Star Trek actor William Shatner finally became a real space traveler on Blue Origin’s second crewed mission Wednesday, calling it the most profound experience of his life.
“It was unbelievable,” said the 90-year-old Canadian, known to the sci-fi show’s legion of “Trekkies” as the daring Captain James T. Kirk, a role he first played more than half a century ago.
He was joined on the 11-minute journey beyond Earth’s atmosphere and back again by three others: Blue Origin executive Audrey Powers, Planet Labs co-founder Chris Boshuizen, and Glen de Vries of Medidata Solutions.
A New Shepard rocket took off from the company’s West Texas base around 9:49 am (1449 GMT) after experiencing two brief delays, eventually soaring to 66 miles (106 kilometers) above sea level.
Founder Jeff Bezos was on hand to greet the crew members as they climbed out of the capsule, which parachute-landed in desert, and were showered with applause and champagne.
Like the almost 600 astronauts who have gone before him, Shatner marveled at the experience of weightlessness and the stunning view of our world from space.
“What you have given me is the most profound experience I can imagine. I’m so filled with emotion about what just happened,” he said, moved to tears.
“What you’re looking down on is Mother Earth, and it needs protecting,” he later told reporters.
The mission was a replay of the company’s maiden human flight in July, which included Bezos and was seen as a breakthrough moment for the nascent space tourism sector.
This time around, all attention was focused on Shatner, who became the oldest-ever astronaut, despite an appearance suggesting a man decades younger.
The intergalactic voyages of the USS Enterprise, commanded by Shatner’s character Kirk, helped turn American attention to the stars as the US space program was starting out.
“Captain Kirk… represents ‘the final frontier’ perhaps more than anyone else for a couple different generations of people, in the US and worldwide,” screenwriter and Trek historian Marc Cushman told AFP.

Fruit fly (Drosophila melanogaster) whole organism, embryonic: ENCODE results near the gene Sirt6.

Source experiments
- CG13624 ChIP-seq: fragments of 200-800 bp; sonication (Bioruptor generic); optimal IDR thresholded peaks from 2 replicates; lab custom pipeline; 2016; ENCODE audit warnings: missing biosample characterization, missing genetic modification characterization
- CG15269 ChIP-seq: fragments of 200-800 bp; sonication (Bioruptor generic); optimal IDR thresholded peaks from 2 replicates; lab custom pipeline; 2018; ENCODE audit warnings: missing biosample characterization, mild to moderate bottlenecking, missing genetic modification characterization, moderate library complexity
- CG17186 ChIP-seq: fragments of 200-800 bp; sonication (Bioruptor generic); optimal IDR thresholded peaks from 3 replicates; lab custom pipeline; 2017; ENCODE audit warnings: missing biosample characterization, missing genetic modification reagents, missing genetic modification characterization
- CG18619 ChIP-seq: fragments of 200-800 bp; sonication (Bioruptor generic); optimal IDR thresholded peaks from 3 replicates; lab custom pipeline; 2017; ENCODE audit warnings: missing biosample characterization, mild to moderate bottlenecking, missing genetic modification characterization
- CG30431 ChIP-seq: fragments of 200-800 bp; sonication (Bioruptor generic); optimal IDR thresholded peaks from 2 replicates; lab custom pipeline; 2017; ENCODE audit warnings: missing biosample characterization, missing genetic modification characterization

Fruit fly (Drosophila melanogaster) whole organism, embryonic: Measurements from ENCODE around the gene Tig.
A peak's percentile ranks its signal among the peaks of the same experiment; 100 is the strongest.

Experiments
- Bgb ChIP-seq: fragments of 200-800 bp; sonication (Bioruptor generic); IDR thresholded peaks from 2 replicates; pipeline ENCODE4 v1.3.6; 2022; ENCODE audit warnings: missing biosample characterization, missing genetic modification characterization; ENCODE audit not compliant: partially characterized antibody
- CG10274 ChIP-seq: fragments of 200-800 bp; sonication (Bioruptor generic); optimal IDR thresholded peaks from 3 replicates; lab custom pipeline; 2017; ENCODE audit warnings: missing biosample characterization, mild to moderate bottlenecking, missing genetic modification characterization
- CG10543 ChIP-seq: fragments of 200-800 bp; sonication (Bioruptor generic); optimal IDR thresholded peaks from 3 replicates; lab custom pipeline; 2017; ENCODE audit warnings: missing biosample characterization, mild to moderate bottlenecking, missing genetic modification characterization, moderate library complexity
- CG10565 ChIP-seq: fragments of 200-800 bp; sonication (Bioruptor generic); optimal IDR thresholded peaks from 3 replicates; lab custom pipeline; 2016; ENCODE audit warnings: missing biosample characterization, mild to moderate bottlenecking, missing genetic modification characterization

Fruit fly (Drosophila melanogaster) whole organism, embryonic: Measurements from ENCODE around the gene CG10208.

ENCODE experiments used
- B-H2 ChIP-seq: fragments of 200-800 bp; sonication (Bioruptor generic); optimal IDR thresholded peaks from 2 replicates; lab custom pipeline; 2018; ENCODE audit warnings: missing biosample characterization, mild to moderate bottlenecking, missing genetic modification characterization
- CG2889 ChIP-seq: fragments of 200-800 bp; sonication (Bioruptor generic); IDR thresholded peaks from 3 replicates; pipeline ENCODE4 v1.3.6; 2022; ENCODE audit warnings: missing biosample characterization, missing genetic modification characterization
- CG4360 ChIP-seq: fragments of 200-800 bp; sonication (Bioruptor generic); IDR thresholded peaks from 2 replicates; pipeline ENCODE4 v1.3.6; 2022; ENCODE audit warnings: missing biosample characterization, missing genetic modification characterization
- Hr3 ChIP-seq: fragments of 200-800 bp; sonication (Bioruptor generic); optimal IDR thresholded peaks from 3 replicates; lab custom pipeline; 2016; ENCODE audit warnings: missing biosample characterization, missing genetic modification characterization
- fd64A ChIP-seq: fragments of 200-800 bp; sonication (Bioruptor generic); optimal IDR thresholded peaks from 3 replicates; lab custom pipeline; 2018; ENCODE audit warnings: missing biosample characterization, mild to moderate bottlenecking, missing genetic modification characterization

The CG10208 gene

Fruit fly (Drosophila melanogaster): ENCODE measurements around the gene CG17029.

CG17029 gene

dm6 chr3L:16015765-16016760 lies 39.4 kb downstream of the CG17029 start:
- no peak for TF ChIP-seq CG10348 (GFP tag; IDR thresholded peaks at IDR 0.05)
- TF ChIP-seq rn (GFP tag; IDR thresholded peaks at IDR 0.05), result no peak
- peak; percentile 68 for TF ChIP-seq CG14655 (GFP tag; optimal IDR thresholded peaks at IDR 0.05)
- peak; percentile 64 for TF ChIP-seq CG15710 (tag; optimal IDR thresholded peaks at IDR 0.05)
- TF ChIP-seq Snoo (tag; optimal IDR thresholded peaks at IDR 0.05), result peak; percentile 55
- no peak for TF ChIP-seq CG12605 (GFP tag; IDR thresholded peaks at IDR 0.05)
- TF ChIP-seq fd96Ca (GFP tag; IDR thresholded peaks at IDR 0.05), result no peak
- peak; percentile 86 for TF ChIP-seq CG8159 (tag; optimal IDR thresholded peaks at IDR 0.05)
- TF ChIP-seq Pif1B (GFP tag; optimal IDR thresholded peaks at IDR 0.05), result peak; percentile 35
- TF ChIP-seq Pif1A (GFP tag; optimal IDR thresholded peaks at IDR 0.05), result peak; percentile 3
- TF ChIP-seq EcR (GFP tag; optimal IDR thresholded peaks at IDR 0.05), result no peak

Shatner, also known for his role as lawyer Denny Crane in Boston Legal, among many others, has spoken in the past about an at-times difficult relationship with Star Trek and its fan culture.
But in recent years, the actor has leaned into the fame brought about by his most famous role.
“I’m overwhelmed by the response,” said Shatner, when asked by AFP about the outpouring of support he has received from fans and the wider space community since the mission was announced.
Space tourism heating up
For Blue Origin, meanwhile, a second mission in less than three months represents another step forward as it tries to establish itself as space tourism’s leading player.
Boshuizen and Vries brought the company’s total number of paying customers to three, after Dutch teen Oliver Daemen who was on board the first flight.
Competition in the sector is heating up.
Virgin Galactic, which offers a similar experience of a few minutes’ weightlessness and a view of the Earth’s curvature from the cosmos, launched its founder Richard Branson in July, a few days before Bezos.
And in September, SpaceX sent four private citizens on a three-day trip whizzing around the planet – an altogether more ambitious, but also likely far more expensive endeavor.
For many space enthusiasts, Shatner’s voyage was a fitting coda for a pop culture phenomenon that inspired generations of astronauts, scientists, and engineers.
The show has had a long-running association with NASA, whose scientists were sent early scripts to vet their accuracy, according to Cushman.
“Those scientists, as well as nearly everyone at those space agencies, were avid Star Trek watchers, and they well understood that the popularity of the series helped spark growing interest and funding for the space program,” he said.
Another mega-fan: Bezos himself.
The Amazon founder shared an Instagram post of Star Trek artwork he made when he was nine years old.
Bezos has said Amazon’s Alexa voice assistant was inspired by the conversational computer on the Enterprise, and he even made a cameo as an alien in the 2016 film Star Trek Beyond, sporting an egg-shaped head.